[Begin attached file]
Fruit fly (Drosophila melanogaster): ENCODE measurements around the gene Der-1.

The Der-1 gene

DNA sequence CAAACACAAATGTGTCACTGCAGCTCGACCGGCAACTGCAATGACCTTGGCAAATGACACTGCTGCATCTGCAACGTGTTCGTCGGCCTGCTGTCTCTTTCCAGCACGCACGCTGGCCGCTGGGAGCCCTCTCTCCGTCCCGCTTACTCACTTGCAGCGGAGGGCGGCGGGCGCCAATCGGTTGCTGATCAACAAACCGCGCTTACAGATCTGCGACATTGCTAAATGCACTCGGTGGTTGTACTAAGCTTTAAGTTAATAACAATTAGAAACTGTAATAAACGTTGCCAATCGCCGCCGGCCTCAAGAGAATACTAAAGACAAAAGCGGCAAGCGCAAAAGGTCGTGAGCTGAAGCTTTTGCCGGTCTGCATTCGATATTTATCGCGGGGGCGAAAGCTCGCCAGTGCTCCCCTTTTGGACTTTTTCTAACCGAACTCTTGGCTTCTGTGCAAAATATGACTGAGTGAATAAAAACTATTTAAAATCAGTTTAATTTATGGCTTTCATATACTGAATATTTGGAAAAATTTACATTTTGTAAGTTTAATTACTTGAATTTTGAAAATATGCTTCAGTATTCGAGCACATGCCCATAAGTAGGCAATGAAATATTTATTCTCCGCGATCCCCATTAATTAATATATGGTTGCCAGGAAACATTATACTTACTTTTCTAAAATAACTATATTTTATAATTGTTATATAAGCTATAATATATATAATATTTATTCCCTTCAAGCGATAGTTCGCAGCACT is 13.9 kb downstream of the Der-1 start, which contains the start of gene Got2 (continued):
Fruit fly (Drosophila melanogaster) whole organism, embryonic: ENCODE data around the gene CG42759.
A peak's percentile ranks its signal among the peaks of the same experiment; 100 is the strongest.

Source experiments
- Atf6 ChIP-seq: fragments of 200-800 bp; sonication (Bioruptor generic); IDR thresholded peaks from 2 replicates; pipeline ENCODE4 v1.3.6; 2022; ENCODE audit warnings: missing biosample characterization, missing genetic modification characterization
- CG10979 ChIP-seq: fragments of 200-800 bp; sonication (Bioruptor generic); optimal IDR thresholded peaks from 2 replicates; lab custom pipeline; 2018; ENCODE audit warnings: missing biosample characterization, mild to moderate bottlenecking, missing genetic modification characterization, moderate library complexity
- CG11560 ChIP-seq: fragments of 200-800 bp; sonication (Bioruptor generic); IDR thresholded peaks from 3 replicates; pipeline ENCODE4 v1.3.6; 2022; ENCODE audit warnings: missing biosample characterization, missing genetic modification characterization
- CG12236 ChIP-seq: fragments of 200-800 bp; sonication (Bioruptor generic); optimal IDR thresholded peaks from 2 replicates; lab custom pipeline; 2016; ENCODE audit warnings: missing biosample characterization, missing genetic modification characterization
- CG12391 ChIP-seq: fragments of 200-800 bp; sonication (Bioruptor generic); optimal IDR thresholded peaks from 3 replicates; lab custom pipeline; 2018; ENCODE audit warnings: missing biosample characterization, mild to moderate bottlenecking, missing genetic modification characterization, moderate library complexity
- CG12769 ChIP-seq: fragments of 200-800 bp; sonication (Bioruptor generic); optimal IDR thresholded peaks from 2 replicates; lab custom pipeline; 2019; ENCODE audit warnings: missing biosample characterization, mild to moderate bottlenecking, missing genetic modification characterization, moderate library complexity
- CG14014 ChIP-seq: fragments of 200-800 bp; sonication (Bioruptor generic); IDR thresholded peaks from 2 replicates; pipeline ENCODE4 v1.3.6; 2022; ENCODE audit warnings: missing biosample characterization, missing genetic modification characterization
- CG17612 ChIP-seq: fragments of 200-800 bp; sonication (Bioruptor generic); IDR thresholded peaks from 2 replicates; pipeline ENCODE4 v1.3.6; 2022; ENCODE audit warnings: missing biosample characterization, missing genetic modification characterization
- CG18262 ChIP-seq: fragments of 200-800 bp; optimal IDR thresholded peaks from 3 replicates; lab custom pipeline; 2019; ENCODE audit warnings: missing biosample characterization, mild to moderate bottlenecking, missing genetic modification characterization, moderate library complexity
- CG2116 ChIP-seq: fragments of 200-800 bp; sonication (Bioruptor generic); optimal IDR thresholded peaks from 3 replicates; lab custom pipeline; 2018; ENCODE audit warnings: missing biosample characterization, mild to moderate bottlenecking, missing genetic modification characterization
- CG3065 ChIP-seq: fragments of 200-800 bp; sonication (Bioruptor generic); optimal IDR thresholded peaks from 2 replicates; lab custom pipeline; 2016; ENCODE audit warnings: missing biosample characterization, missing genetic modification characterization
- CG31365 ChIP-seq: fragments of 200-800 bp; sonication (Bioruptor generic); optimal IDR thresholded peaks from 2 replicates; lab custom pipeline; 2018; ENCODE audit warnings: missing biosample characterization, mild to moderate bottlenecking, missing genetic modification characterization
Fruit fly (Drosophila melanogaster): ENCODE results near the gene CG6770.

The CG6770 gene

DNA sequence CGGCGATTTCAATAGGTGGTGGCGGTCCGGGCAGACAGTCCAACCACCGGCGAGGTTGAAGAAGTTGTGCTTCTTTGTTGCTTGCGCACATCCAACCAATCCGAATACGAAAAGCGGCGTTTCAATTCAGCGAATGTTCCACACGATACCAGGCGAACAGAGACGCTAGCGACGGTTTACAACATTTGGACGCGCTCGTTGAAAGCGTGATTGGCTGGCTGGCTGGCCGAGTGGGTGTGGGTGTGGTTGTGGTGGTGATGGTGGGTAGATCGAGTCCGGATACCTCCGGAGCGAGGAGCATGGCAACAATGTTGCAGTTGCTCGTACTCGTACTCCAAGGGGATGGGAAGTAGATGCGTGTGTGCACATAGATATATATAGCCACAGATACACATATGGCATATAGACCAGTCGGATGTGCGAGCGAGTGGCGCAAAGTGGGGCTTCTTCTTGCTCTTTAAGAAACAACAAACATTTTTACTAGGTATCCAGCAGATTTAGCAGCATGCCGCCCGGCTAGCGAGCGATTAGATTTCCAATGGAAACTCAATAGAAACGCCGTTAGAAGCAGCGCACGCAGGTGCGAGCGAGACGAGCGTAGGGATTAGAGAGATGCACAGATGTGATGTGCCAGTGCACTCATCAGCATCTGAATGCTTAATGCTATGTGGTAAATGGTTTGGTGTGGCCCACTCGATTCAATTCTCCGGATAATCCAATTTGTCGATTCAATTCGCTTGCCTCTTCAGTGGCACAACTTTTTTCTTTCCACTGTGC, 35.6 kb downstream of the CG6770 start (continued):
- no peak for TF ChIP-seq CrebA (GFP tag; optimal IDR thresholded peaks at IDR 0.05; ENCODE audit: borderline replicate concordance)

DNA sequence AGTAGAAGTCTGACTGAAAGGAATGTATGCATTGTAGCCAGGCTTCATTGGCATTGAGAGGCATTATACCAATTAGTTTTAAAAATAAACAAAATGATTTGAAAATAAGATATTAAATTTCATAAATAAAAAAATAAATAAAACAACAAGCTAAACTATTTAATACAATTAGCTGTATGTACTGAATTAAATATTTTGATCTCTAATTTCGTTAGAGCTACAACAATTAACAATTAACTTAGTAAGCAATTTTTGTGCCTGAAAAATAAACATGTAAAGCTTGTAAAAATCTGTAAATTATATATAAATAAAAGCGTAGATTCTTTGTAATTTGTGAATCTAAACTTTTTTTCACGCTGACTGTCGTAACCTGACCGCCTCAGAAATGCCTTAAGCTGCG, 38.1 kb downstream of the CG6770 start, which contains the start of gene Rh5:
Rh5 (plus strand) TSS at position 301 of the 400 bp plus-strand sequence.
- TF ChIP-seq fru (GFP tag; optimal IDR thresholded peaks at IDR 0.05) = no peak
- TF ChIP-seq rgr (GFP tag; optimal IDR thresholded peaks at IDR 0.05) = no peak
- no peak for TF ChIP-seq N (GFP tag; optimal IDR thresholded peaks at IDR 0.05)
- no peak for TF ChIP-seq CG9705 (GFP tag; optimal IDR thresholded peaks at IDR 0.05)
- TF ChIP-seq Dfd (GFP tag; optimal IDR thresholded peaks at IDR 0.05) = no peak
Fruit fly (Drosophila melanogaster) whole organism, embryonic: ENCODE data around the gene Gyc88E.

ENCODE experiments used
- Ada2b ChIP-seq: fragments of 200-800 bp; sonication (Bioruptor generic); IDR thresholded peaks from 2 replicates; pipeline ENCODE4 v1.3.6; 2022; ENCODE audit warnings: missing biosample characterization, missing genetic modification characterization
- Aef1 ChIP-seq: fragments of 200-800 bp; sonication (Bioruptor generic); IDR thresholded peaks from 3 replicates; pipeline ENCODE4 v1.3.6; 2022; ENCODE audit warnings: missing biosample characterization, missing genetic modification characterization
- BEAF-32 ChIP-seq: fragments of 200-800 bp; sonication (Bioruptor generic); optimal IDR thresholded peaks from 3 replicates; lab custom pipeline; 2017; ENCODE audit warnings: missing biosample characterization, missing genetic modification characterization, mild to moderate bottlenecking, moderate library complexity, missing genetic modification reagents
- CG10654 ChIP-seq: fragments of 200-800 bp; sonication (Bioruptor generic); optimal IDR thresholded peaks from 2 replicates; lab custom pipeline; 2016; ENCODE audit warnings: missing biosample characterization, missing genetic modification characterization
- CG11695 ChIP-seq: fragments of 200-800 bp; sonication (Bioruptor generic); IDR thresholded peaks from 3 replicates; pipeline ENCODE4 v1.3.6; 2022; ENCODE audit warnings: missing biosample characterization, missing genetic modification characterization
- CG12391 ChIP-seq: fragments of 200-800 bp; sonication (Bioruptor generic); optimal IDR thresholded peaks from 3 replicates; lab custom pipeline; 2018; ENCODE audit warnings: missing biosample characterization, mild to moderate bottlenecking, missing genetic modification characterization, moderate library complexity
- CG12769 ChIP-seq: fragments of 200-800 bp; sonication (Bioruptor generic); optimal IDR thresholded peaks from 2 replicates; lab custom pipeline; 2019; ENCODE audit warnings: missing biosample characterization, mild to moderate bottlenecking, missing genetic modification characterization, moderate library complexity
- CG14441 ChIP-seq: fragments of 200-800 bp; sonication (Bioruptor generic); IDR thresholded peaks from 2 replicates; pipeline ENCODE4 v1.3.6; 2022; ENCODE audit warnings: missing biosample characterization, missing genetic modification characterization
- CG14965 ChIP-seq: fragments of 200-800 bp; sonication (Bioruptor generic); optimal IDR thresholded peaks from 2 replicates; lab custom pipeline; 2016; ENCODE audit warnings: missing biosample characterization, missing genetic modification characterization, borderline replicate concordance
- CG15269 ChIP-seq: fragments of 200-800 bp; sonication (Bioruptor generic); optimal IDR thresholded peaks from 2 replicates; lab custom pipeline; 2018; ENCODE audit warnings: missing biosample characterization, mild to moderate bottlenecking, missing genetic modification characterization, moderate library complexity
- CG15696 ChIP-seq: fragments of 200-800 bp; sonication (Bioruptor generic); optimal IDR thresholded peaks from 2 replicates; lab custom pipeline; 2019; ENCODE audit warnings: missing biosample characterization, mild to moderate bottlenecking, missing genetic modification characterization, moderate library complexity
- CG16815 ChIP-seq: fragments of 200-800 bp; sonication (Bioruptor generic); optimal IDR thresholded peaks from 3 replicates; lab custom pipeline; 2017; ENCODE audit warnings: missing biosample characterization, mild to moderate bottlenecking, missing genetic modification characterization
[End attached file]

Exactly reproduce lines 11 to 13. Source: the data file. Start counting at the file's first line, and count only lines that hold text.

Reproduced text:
- CG12391 ChIP-seq: fragments of 200-800 bp; sonication (Bioruptor generic); optimal IDR thresholded peaks from 3 replicates; lab custom pipeline; 2018; ENCODE audit warnings: missing biosample characterization, mild to moderate bottlenecking, missing genetic modification characterization, moderate library complexity
- CG12769 ChIP-seq: fragments of 200-800 bp; sonication (Bioruptor generic); optimal IDR thresholded peaks from 2 replicates; lab custom pipeline; 2019; ENCODE audit warnings: missing biosample characterization, mild to moderate bottlenecking, missing genetic modification characterization, moderate library complexity
- CG14014 ChIP-seq: fragments of 200-800 bp; sonication (Bioruptor generic); IDR thresholded peaks from 2 replicates; pipeline ENCODE4 v1.3.6; 2022; ENCODE audit warnings: missing biosample characterization, missing genetic modification characterization